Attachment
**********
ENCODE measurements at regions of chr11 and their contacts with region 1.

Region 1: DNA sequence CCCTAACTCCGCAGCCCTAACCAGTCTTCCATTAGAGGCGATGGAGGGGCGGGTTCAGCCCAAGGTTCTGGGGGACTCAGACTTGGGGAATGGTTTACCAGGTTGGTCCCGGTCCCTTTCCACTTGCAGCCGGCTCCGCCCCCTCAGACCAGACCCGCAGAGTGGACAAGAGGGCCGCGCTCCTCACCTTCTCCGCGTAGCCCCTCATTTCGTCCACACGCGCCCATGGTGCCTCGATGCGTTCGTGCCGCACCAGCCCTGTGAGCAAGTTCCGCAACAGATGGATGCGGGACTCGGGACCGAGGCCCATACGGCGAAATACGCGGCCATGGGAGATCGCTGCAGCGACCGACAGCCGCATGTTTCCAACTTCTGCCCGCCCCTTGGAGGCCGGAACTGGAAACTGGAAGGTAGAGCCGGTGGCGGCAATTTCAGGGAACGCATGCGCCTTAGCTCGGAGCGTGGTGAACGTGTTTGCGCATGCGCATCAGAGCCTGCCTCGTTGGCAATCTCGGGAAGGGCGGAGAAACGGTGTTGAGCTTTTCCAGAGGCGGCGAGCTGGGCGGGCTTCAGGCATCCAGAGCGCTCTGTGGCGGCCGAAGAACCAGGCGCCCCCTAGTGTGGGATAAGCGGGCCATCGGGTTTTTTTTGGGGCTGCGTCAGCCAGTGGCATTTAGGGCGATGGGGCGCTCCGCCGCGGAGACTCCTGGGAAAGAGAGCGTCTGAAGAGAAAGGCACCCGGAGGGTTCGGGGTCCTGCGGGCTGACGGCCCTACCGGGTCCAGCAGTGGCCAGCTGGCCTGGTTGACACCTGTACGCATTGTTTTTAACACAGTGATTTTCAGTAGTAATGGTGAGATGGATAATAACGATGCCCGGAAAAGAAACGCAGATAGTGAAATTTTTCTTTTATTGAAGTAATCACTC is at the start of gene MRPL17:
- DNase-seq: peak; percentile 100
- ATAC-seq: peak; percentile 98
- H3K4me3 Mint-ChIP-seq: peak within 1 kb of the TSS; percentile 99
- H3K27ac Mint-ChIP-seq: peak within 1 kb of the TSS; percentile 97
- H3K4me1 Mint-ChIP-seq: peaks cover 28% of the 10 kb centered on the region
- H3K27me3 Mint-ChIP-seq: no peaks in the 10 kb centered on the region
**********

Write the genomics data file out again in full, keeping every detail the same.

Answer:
ENCODE measurements at regions of chr11 and their contacts with region 1.

Region 1: DNA sequence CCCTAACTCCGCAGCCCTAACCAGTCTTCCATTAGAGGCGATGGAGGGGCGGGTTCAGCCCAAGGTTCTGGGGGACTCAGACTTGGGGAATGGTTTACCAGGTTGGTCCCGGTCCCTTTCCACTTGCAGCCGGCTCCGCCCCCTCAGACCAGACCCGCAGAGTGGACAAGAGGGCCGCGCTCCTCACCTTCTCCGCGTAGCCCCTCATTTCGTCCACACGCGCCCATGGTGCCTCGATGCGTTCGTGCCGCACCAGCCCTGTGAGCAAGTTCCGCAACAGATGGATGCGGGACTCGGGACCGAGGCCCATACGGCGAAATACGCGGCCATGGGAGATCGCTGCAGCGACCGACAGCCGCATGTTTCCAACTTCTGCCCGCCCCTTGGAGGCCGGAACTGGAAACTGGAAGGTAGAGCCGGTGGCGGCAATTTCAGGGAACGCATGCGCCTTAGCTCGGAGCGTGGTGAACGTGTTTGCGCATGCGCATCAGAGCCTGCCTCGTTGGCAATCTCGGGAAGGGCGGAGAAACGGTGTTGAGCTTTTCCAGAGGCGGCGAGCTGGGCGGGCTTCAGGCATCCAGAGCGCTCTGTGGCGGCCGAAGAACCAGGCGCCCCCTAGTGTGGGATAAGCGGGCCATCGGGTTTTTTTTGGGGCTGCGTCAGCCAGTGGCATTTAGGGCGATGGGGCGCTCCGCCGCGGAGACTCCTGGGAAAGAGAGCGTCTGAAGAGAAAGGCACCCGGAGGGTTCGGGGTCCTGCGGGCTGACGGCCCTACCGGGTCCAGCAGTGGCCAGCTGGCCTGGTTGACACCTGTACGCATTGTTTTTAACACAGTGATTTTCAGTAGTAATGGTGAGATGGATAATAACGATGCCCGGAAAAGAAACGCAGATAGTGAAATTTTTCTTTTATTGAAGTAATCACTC is at the start of gene MRPL17:
- DNase-seq: peak; percentile 100
- ATAC-seq: peak; percentile 98
- H3K4me3 Mint-ChIP-seq: peak within 1 kb of the TSS; percentile 99
- H3K27ac Mint-ChIP-seq: peak within 1 kb of the TSS; percentile 97
- H3K4me1 Mint-ChIP-seq: peaks cover 28% of the 10 kb centered on the region
- H3K27me3 Mint-ChIP-seq: no peaks in the 10 kb centered on the region